Sarcastic Vulcan salute
As Mariner is leaving Captain Freeman’s Ready Room, she flashes the famous “live long and prospers” Vulcan salute. Freeman yells, “Don’t give me that sarcastic Vulcan salute!” Interestingly, we haven’t seen the Vulcan salute used sarcastically or ironically all that much. Although, in Star Trek 2009, Spock did say “Live long and prosper,” with such venom that it almost scanned as “fuck you.” In Discovery, we also learned that “The Vulcan Hello,” was not the Vulcan salute, but instead, firing upon a Klingon vessel without checking first.
Beings of pure energy
This one was easy. When Tendi is talking to Rutherford about a crew member named O’Connell (Haley Joel Osment) who is going to try to ascend into a higher plane of existence, Rutherford says, “Oh, like a Q! Or, the Traveler!” The Q obviously references the Q Continuum, first seen in “Encounter at Farpoint.” In terms of a “regular” person becoming a Q, that happens in the TNG episode “True Q,” in which a woman named Amanda Rogers realizes she can become a being of pure energy. The Traveler refers to the alien of the same name from the planet Tau Alpha C. (Though sometimes, this was said to be Tau Ceti.) The Traveler himself didn’t exactly become a being of pure energy, but he did help Wesley Crusher “ascend” beyond the physical realm in the TNG episode “Journey’s End.”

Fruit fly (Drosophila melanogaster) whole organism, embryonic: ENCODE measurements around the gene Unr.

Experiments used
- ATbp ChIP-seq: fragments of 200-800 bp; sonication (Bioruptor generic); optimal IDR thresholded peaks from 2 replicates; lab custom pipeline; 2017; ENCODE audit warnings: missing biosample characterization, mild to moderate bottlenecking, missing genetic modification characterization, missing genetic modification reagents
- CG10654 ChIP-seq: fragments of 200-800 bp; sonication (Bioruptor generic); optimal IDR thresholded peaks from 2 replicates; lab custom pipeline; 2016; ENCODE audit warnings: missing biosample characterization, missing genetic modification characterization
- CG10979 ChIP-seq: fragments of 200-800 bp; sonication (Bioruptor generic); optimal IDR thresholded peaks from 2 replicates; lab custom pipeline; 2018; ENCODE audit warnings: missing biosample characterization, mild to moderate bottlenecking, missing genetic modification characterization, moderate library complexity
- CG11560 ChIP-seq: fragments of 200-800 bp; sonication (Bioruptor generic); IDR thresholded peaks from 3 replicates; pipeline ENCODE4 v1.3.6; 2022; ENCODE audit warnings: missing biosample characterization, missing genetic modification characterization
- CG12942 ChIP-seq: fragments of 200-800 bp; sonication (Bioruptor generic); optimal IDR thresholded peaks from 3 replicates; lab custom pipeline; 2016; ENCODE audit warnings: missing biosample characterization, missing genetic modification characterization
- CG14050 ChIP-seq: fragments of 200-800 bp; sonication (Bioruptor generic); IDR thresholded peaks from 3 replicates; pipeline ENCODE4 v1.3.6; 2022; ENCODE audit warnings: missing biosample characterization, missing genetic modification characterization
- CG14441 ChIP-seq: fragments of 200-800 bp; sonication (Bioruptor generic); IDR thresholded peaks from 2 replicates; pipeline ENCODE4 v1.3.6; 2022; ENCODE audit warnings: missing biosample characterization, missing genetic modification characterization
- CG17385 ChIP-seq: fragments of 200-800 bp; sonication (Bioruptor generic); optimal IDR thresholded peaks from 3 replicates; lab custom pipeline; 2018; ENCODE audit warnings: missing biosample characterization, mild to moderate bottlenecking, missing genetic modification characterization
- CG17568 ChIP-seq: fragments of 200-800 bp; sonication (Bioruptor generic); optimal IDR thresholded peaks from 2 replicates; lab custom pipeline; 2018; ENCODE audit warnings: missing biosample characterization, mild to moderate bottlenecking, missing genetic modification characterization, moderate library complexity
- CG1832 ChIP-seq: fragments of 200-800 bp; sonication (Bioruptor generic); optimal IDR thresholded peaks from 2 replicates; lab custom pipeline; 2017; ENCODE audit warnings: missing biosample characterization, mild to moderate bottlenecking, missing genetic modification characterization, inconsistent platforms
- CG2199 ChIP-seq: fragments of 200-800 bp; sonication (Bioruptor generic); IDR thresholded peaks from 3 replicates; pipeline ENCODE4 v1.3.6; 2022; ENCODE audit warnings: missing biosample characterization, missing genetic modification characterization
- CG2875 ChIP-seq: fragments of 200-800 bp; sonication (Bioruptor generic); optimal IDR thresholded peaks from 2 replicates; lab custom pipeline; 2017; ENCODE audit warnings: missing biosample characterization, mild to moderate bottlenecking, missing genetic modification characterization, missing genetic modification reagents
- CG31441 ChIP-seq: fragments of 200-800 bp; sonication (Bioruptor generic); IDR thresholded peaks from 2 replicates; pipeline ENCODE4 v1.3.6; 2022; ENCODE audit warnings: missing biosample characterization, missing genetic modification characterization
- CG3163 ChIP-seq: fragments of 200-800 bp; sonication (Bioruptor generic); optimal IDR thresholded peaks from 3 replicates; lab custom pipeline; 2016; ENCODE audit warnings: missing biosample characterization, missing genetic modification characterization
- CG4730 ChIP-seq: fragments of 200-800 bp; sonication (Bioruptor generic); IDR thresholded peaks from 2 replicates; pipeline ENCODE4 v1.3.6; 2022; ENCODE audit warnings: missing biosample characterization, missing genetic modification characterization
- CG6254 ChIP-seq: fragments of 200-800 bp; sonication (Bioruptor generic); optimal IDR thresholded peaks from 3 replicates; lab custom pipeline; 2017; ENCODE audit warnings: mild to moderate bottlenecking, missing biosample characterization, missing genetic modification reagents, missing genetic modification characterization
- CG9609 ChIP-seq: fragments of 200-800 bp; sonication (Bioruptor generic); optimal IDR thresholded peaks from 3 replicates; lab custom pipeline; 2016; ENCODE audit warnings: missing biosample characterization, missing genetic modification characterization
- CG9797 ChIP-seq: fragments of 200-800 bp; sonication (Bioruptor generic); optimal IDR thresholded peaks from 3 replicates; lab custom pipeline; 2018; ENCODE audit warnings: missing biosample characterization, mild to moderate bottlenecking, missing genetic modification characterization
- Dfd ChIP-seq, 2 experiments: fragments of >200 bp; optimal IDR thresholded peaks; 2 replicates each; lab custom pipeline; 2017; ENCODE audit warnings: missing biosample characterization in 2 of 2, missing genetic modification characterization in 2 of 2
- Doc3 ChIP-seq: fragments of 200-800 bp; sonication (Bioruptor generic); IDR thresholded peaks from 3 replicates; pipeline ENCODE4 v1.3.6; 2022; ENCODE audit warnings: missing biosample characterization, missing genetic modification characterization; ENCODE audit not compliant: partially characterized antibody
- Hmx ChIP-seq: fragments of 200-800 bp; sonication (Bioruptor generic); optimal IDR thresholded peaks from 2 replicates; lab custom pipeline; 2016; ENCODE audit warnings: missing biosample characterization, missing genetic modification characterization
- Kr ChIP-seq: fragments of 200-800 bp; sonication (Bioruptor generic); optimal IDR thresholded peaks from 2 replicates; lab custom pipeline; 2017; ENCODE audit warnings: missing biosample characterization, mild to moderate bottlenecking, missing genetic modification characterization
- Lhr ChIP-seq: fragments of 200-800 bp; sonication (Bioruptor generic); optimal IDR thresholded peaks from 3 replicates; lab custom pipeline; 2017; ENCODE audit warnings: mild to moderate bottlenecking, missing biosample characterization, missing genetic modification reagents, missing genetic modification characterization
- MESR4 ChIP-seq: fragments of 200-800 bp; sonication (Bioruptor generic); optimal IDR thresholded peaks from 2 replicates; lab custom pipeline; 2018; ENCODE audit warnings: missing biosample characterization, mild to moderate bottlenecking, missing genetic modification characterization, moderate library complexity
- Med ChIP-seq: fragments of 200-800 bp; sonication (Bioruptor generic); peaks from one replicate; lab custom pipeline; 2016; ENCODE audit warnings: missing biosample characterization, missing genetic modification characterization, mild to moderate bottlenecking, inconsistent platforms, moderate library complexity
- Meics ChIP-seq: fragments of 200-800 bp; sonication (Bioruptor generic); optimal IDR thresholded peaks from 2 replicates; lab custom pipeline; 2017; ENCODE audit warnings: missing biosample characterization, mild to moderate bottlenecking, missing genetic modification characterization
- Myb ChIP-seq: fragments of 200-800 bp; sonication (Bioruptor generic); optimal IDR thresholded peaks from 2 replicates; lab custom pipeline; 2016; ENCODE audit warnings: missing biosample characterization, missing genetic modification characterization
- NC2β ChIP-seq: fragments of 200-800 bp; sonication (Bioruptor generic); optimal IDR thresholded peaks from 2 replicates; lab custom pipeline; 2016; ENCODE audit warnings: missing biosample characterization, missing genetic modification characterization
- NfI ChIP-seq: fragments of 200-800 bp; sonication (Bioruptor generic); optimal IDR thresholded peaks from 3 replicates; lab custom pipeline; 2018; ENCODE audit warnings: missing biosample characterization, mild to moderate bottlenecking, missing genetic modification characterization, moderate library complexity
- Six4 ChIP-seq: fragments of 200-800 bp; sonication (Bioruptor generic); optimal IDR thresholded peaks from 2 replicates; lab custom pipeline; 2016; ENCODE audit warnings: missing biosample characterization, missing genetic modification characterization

However, in Nemesis, just one year before Lower Decks, Wesley Crusher was glimpsed at Riker and Troi’s wedding in a Starfleet uniform, implying he was, in fact back in Starfleet. (Wesley also had a new rank of Lieutenant, which seems to indicate he had returned to the service.) So, does Rutherford know about Traveler stuff from Wesley? And is that because Wesley is actively a part of Starfleet again — an officer who is also a being of pure energy?
Holodeck waste removal